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#50
TBF I'd have much the same response if anyone I was interested in thought New Labour were anything but a horrendous party.
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Crazy Jamie
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#51
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#51
(Original post by Anonymous)
This huge generalisation of conservative political views is getting ridiculous now... I think it must be trendy.
Not just conservative political views. Conservative and right wing commentators have been using "left", "leftist" and other terms as sweeping generalisations of opposing views for many years now. More recently commentators on both the right and left of the political spectrum have been using "centrist" as a term which apparently warrants immediate condemnation. It's not a conservative issue. It's partly a symptom of identity politics and partly a consequence of social media. Social media does some things well, but nuance is not one of those things.
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londonmyst
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#52
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#52
(Original post by Crazy Jamie)
Not just conservative political views. Conservative and right wing commentators have been using "left", "leftist" and other terms as sweeping generalisations of opposing views for many years now. More recently commentators on both the right and left of the political spectrum have been using "centrist" as a term which apparently warrants immediate condemnation. It's not a conservative issue. It's partly a symptom of identity politics and partly a consequence of social media. Social media does some things well, but nuance is not one of those things.
PRSOM
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BurstingBubbles
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#53
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#53
When I started dating my partner nearly 7 years ago, I was a Tory voter (was how I was brought up and I knew nothing better :puke: ) however she stuck by me and didn't go on at me or anything about it. As I got older and less influenced by my parent, I moved much more towards the left and have voted Labour in the last couple of votes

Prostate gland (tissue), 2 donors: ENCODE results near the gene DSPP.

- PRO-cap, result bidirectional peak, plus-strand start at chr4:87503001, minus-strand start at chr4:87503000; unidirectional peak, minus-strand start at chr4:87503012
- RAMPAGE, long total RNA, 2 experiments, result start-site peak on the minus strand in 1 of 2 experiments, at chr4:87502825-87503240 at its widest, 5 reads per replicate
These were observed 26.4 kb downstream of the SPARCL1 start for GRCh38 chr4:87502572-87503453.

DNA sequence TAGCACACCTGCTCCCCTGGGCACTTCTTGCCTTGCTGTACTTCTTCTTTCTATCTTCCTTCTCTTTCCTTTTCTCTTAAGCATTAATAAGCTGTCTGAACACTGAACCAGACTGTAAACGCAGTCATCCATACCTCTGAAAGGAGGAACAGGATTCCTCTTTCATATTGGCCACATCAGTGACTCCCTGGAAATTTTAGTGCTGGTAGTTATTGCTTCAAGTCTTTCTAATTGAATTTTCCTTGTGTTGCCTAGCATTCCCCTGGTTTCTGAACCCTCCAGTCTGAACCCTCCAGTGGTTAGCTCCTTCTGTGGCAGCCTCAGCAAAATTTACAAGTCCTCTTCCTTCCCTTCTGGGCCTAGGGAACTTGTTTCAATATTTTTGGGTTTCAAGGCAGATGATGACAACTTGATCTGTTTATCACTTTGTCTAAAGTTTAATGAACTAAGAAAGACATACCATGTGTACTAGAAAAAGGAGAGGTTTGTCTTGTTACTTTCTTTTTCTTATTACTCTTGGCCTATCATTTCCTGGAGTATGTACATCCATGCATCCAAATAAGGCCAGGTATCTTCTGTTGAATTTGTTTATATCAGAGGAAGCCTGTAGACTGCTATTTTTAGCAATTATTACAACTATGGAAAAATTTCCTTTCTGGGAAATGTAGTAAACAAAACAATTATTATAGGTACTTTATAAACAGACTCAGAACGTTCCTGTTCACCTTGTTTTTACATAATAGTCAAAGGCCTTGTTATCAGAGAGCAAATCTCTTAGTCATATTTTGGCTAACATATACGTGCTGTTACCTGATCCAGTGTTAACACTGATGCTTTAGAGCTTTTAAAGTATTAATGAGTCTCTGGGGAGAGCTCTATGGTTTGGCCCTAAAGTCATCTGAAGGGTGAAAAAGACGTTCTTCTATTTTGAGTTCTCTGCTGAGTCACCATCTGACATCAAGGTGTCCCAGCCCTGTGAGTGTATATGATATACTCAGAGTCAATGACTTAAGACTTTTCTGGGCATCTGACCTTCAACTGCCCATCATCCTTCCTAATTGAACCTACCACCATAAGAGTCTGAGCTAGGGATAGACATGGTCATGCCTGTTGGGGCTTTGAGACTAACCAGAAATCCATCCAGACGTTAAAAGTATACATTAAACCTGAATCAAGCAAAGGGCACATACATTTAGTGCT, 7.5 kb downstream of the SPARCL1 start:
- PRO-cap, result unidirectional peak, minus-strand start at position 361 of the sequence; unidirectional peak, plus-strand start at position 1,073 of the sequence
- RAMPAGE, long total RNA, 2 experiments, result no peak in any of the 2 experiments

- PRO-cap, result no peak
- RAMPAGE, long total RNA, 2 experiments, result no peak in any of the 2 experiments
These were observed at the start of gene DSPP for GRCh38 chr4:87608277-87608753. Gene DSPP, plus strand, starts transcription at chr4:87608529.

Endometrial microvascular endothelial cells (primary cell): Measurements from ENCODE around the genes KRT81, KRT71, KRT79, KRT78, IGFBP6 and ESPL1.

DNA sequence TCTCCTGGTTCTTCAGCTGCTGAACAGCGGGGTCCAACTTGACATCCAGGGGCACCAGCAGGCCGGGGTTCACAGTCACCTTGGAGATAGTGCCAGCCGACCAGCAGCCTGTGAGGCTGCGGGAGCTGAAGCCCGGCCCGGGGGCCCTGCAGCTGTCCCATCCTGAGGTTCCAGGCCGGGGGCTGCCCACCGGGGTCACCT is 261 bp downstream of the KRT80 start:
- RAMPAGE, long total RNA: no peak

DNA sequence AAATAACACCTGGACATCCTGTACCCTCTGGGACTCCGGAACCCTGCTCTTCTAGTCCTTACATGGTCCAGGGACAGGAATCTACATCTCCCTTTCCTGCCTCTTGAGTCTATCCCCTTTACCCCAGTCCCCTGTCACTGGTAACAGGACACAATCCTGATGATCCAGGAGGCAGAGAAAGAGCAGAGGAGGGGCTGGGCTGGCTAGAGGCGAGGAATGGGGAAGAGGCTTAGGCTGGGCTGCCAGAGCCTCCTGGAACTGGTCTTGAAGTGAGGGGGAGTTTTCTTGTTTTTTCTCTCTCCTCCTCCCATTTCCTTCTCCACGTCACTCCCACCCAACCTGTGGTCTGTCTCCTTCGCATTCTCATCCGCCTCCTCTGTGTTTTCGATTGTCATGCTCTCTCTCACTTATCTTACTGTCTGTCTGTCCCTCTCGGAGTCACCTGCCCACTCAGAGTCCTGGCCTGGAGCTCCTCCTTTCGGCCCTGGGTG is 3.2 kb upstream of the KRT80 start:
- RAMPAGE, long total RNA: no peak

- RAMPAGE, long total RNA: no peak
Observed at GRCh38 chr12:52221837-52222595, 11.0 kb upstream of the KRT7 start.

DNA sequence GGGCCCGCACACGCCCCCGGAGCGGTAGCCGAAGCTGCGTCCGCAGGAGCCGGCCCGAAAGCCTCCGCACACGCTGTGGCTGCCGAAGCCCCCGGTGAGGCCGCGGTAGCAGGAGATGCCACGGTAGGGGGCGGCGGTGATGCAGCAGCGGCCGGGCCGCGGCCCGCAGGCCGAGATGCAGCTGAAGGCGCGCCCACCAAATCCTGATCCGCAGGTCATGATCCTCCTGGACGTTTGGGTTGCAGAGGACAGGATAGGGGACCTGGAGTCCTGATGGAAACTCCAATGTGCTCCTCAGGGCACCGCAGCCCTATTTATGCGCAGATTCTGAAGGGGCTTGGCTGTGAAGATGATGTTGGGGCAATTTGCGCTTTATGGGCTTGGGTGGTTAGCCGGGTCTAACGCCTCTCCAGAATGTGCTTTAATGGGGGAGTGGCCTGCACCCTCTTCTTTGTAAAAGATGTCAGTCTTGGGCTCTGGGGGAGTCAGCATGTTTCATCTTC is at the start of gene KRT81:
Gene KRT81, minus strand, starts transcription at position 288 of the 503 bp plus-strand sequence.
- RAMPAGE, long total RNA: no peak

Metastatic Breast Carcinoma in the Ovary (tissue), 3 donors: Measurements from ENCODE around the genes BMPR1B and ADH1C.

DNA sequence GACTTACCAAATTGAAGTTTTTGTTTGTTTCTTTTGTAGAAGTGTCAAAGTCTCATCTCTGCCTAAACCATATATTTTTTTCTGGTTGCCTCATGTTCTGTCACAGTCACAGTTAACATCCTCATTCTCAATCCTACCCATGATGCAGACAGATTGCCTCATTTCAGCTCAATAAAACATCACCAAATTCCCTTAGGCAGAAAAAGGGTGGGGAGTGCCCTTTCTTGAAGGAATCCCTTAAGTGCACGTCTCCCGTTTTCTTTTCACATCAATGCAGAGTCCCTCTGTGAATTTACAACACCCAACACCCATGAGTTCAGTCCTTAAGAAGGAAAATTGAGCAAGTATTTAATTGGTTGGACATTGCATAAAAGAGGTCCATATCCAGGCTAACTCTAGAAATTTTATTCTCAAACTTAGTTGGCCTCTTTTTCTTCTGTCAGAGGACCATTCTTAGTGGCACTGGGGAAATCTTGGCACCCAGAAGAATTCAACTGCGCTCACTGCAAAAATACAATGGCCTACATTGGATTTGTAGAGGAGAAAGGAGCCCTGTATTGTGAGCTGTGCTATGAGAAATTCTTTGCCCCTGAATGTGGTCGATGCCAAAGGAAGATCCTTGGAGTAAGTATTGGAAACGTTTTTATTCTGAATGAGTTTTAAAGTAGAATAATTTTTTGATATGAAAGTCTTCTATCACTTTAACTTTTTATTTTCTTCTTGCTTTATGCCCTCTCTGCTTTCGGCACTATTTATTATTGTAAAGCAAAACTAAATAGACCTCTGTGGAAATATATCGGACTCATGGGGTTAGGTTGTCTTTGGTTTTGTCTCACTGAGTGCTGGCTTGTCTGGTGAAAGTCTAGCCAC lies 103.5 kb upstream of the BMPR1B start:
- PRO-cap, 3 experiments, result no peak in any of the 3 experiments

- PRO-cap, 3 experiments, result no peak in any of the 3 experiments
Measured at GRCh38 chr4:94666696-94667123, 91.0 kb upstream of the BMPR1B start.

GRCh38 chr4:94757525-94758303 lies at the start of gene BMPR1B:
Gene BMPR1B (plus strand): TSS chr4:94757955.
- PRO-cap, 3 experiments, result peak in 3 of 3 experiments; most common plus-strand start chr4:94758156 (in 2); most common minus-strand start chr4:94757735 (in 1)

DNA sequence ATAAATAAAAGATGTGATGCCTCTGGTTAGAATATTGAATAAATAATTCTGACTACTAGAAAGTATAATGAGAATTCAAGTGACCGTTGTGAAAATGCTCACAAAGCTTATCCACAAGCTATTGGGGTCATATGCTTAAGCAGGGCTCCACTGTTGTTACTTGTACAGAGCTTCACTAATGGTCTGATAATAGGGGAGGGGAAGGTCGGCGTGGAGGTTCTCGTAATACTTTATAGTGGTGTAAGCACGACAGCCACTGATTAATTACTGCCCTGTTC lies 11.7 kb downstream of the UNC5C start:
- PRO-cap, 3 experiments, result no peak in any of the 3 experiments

Basically, who people vote for doesn't mean they always will. It's not necessary a red flag (although it could be). Good luck with it all
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Crazed cat lady
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#54
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#54
(Original post by mnot)
Well in 2019 the alternative was Corbyn, which frankly was a very grim picture for most pragmatists. You do also have to account the current circumstances created by the pandemic are also highly unusual and at the same time as the Tories have created the highest post-war effective taxation, highest social measures in memory the opposition has been calling for harder, longer lockdowns (some even calling for a covid-zero policy last summer), have recently publicly backed the last labour leader to win an election who had income tax at 50p on the pound & the lots of opposition MPs calling for UBI etc.

No I dont think this government has been very economically liberal, that said its also relative to what is on the table from the opposition at the time of voting (I also dont think this government will be the one the Conservatives put to the people in 2024, their just hasn't been a great time for conservative MPs to consider a leadership contest whilst managing the volatility of covid). This isnt a very typical conservative government and not what was sold but the last 24 months are not really typical policy wise from any UK party including both Con & lab.
This is all just making excuses for conservative voters decisions to back a high tax big government party. What is particularly strange is your claim that this was not what they were sold. The Conservative Party were led by a man who made lots of wild promises and squandered money as mayor of London. The manifesto contained multiple uncosted spending pledges. Conservative voters were sold big government and they endorsed it at the ballot box. Conservative voters need to take responsibility rather than making excuses.